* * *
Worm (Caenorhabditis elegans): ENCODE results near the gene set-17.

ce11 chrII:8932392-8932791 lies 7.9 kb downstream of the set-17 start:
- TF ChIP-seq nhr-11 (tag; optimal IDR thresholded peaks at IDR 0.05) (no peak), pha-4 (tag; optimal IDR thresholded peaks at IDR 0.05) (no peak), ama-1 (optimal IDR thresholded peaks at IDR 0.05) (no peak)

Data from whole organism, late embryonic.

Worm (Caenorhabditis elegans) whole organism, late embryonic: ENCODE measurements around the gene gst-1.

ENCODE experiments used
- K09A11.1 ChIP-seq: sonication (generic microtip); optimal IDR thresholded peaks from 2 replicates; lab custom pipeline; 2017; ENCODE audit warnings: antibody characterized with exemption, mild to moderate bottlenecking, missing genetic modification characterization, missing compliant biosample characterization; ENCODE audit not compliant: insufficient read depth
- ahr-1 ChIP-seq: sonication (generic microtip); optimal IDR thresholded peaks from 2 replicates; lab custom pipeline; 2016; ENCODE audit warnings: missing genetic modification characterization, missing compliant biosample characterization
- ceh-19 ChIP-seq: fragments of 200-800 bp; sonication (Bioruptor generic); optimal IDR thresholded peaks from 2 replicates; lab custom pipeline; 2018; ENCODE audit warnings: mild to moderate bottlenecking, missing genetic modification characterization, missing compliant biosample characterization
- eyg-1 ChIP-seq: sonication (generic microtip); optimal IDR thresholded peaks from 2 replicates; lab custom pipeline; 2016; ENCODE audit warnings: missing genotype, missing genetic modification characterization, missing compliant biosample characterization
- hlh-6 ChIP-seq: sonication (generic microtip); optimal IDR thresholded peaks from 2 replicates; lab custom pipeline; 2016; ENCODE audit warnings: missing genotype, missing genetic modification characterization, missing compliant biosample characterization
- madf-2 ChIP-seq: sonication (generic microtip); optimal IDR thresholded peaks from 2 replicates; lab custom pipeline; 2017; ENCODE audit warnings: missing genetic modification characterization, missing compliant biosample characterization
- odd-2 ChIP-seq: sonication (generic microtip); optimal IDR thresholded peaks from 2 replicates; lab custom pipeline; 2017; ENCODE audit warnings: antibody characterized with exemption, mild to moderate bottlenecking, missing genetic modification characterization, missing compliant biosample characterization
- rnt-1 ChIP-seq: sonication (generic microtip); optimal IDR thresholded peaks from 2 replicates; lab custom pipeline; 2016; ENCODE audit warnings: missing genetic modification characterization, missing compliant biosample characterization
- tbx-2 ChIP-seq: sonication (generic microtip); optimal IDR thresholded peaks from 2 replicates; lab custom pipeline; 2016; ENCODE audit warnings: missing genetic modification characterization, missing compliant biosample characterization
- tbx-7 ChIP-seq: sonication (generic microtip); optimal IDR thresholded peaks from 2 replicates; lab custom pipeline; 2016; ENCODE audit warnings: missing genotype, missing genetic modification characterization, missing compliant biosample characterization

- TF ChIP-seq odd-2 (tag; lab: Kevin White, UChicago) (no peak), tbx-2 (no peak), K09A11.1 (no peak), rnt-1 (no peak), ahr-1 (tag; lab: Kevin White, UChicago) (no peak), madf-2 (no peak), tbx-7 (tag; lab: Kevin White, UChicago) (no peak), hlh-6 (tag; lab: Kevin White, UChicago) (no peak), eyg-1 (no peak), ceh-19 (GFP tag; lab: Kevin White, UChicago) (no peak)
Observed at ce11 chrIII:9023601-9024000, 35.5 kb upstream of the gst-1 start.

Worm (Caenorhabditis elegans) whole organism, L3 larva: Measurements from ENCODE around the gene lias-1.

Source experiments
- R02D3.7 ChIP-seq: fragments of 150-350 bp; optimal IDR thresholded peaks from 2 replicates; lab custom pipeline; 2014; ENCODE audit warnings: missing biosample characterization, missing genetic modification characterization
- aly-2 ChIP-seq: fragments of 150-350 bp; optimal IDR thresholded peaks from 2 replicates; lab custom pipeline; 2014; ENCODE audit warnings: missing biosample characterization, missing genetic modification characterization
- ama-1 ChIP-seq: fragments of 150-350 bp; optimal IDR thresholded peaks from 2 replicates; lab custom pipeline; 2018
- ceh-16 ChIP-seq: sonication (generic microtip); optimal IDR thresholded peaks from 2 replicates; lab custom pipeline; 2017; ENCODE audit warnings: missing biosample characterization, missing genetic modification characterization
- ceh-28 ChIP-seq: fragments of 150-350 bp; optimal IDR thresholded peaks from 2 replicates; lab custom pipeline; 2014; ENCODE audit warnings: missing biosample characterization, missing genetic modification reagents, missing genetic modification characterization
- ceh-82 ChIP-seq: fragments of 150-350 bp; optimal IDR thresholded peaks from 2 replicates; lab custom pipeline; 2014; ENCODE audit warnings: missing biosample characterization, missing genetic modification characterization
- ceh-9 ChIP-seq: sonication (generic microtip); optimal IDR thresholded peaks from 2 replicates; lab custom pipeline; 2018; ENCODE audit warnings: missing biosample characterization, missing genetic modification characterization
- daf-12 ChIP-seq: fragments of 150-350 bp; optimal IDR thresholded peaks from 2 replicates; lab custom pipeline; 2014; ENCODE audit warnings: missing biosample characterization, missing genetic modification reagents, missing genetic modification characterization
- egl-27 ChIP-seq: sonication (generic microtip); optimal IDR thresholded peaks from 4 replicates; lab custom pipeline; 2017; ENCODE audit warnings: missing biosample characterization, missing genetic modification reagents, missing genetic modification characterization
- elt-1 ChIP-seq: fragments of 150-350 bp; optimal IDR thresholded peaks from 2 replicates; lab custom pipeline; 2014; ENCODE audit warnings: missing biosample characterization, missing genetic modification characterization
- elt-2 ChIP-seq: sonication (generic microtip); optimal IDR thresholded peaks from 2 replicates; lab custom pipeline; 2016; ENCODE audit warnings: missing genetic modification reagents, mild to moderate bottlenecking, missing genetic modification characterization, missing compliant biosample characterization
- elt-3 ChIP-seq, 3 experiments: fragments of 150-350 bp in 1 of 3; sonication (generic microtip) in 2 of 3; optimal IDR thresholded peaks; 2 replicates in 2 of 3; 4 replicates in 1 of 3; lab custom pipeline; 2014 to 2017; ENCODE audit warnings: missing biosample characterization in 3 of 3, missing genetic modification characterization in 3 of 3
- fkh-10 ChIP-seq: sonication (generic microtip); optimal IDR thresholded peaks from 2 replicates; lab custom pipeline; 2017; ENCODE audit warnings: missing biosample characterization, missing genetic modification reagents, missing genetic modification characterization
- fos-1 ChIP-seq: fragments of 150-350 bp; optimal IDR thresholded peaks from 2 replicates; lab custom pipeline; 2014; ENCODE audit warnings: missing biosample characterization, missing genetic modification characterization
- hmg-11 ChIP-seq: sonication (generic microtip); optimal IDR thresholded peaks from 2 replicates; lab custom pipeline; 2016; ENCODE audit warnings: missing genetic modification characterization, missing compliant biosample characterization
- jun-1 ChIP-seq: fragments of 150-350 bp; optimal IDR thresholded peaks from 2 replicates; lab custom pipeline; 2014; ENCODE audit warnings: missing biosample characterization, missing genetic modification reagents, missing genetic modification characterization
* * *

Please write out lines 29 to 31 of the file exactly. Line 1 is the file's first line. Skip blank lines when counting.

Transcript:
- egl-27 ChIP-seq: sonication (generic microtip); optimal IDR thresholded peaks from 4 replicates; lab custom pipeline; 2017; ENCODE audit warnings: missing biosample characterization, missing genetic modification reagents, missing genetic modification characterization
- elt-1 ChIP-seq: fragments of 150-350 bp; optimal IDR thresholded peaks from 2 replicates; lab custom pipeline; 2014; ENCODE audit warnings: missing biosample characterization, missing genetic modification characterization
- elt-2 ChIP-seq: sonication (generic microtip); optimal IDR thresholded peaks from 2 replicates; lab custom pipeline; 2016; ENCODE audit warnings: missing genetic modification reagents, mild to moderate bottlenecking, missing genetic modification characterization, missing compliant biosample characterization